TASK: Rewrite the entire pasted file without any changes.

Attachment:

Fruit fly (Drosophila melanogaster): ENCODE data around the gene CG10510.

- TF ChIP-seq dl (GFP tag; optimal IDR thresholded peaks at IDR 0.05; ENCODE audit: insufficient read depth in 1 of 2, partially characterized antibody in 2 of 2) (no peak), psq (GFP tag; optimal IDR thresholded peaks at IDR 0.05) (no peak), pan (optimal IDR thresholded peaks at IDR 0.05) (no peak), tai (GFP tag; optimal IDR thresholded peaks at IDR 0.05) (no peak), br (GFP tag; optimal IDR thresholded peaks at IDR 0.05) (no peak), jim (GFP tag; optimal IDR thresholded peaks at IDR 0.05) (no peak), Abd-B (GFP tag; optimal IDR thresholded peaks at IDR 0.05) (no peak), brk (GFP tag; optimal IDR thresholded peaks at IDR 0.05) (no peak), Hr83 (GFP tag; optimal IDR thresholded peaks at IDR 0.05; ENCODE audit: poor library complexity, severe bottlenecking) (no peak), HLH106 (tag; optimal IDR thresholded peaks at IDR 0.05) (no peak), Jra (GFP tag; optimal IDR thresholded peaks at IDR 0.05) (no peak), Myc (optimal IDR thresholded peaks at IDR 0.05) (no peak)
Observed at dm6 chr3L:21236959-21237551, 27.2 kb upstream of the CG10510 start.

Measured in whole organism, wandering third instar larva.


Fruit fly (Drosophila melanogaster): ENCODE data around the gene CG10510.

- TF ChIP-seq dl (GFP tag; optimal IDR thresholded peaks at IDR 0.05; ENCODE audit: insufficient read depth in 1 of 2, partially characterized antibody in 2 of 2) (no peak), psq (GFP tag; optimal IDR thresholded peaks at IDR 0.05) (no peak), pan (optimal IDR thresholded peaks at IDR 0.05) (no peak), tai (GFP tag; optimal IDR thresholded peaks at IDR 0.05) (no peak), br (GFP tag; optimal IDR thresholded peaks at IDR 0.05) (no peak), jim (GFP tag; optimal IDR thresholded peaks at IDR 0.05) (no peak), Abd-B (GFP tag; optimal IDR thresholded peaks at IDR 0.05) (no peak), brk (GFP tag; optimal IDR thresholded peaks at IDR 0.05) (no peak), Hr83 (GFP tag; optimal IDR thresholded peaks at IDR 0.05; ENCODE audit: poor library complexity, severe bottlenecking) (no peak), HLH106 (tag; optimal IDR thresholded peaks at IDR 0.05) (no peak), Jra (GFP tag; optimal IDR thresholded peaks at IDR 0.05) (no peak), Myc (optimal IDR thresholded peaks at IDR 0.05) (no peak)
Observed at dm6 chr3L:21236959-21237551, 27.2 kb upstream of the CG10510 start.

Measured in whole organism, wandering third instar larva.